Jumping out of the Sony camp there is Panasonics new AF100/AF101 with it’s APS-C sized sensor. Canon and their video enabled DSLR’s showed what could be achieved with a big sensor, however the DSLR’s were, first and foremost, high resolution stills cameras with 12 megapixel (or more) sensors. The video was an afterthought and suffered from various artefacts as a result, but they really had a huge impact on the whole industry, forcing the big guns of the video world to seriously re-think. Not to be left behind Panasonic and Sony had to jump on the big sensor band wagon. The first to market was the Sony NEX-VG10 which is basically a stills camera pretending to be a video camera. It’s not bad and can produce a good image but it’s not really a professional product. The next to market was the Panasonic AF100. This is a serious attempt at producing a low cost, big sensor video camera. The sensor is APS-C sized, so it’s not quite as big as would be found in a 35mm film camera, but the smaller sensor does allow for the use of a very wide range of DSLR lenses and the Depth of Field is pleasing when you use a fast lens. Sadly Panasonic chose to use AVCHD for the codec, so for best results you really want to record using an external high quality recorder. This camera would have been sooo much better if it used AVC-Intra. Despite the codec (and it’s looks) the AF100 was certainly a stand out product and gets added to my shortlist for my award.

On the camcorder front there was of course the Canon XF305. This is a very good camcorder, of that there is no doubt. I’m still a little skeptical of the sensor performance, they look a little noisy too me. However it has certainly raised the bar when it comes to 1/3? sensor performance. The incorporation of a 50 Mb/s 4:2:2 codec in to a compact camcorder is something that Sony EX users have been clamouring for ever since the launch of the EX1. In addition the extra zoom range from the 20x lens is nice to have. The Canon XF305 certainly stands out from the crowd with it’s excellent 50Mb/s codec so it’s definitely in my shortlist.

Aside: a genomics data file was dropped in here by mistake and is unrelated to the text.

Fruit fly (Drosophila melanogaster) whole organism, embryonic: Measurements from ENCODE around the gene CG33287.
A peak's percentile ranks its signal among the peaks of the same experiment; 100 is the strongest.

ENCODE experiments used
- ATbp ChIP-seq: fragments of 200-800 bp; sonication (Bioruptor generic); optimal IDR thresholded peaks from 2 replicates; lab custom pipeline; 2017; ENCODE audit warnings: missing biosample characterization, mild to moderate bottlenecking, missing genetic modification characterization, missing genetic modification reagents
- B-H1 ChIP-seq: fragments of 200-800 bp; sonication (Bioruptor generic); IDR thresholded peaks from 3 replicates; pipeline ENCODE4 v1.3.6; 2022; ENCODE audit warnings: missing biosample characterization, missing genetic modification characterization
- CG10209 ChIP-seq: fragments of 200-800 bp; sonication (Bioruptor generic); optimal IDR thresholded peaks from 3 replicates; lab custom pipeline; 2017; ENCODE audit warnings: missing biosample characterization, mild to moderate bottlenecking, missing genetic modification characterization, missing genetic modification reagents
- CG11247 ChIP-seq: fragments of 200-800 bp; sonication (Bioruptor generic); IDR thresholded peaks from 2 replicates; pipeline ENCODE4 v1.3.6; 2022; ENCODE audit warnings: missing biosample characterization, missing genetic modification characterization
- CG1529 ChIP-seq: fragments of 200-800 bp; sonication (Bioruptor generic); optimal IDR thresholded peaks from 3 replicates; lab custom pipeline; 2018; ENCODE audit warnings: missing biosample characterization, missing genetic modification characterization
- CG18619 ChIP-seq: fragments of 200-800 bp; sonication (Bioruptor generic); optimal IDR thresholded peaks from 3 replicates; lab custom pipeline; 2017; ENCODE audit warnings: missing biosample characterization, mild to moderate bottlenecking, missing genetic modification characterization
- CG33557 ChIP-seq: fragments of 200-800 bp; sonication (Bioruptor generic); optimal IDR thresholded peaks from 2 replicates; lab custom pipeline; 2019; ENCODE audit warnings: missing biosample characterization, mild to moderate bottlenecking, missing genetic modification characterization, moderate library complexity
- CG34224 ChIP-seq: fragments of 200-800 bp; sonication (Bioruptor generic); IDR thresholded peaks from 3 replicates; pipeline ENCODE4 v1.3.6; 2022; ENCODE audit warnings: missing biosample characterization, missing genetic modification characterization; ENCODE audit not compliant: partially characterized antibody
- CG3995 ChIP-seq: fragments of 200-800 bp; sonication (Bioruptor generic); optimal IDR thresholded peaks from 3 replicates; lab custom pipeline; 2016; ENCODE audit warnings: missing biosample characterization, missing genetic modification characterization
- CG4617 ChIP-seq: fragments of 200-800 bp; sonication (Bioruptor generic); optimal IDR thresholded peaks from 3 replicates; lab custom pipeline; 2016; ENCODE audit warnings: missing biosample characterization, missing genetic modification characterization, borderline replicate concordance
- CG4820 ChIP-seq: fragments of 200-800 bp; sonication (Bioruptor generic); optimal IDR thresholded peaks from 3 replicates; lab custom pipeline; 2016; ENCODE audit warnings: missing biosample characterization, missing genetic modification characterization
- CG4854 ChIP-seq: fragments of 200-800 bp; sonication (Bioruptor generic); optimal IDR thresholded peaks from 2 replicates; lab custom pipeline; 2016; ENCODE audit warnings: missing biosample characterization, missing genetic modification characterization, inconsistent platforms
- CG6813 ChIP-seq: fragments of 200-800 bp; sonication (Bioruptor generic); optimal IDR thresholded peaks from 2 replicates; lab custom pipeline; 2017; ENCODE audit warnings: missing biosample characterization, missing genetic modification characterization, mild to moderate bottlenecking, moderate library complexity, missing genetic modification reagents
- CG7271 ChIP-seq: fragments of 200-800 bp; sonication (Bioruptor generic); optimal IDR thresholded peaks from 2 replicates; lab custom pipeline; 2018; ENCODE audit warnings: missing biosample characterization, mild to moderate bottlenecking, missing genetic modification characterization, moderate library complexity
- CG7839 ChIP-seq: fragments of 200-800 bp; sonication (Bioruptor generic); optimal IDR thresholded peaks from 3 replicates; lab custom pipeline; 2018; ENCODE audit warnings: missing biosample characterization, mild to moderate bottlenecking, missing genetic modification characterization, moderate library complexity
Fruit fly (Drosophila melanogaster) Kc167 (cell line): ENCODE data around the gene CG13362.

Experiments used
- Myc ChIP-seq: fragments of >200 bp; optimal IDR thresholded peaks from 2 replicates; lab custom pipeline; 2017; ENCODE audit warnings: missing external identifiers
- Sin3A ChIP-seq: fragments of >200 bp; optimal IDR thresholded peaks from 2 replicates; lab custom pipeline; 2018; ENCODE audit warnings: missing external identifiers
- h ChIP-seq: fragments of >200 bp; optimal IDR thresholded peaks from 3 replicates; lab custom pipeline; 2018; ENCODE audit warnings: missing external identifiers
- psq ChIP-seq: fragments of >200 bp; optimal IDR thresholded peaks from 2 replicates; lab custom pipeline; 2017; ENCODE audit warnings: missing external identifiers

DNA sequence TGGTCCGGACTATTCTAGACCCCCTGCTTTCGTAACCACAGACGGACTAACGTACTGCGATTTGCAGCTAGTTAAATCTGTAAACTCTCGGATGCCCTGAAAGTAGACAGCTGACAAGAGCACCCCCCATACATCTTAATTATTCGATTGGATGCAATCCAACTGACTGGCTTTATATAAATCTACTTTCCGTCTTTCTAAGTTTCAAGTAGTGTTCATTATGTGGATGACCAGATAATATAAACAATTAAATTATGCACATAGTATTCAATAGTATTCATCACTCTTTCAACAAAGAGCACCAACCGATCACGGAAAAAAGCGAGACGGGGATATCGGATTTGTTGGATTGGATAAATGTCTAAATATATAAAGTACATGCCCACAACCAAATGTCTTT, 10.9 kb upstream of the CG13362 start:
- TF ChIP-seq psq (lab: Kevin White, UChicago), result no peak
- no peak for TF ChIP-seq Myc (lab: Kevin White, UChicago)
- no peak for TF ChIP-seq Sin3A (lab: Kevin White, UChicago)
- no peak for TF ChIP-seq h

One product that I really like is the Black Magic HDLink 3D. This clever little box allows you to combine the output of any pair of HDSDi equipped cameras on a 3D rig and gives a huge range of outputs compatible with most off the shelf 3D consumer TV’s and PC monitors. This one product has made 3D monitoring so much cheaper and easier than ever before. What’s more it’s remarkably low cost at around $499 USD. So this too deserves to get shortlisted, but it’s overshadowed by another computer adapter that’s slowly getting quite a following:

The Matrox MXO2 range is a range of input and output adapters for Mac computers. These boxes, depending on the exact model give you HDSDI, HDMI and component inputs and outputs. They will work with a MacBook Pro Laptop connecting via the express card slot or with MacPro work stations. There’s hardware up and down scaling, a range of encoding accelerators and 3D monitoring tools. They have so many applications form providing HDSDI or HDMI monitoring for Avid or FCP to a way to record 10 bit HD on location via a laptop. They support XDCAM, RED, DVCPRO HD, PRORES and DNxHD workflows. An MXO2 could easily become the center point of many a production facility, OB truck or one man band.

For the flexibility, cost effectiveness and affordability the Matrox MXO2 gets my award for product of the year 2010. It has so many uses that it’s impossible to list them all. It’s one of those boxes that you will find useful for so many things and the best bit is that it’s highly affordable.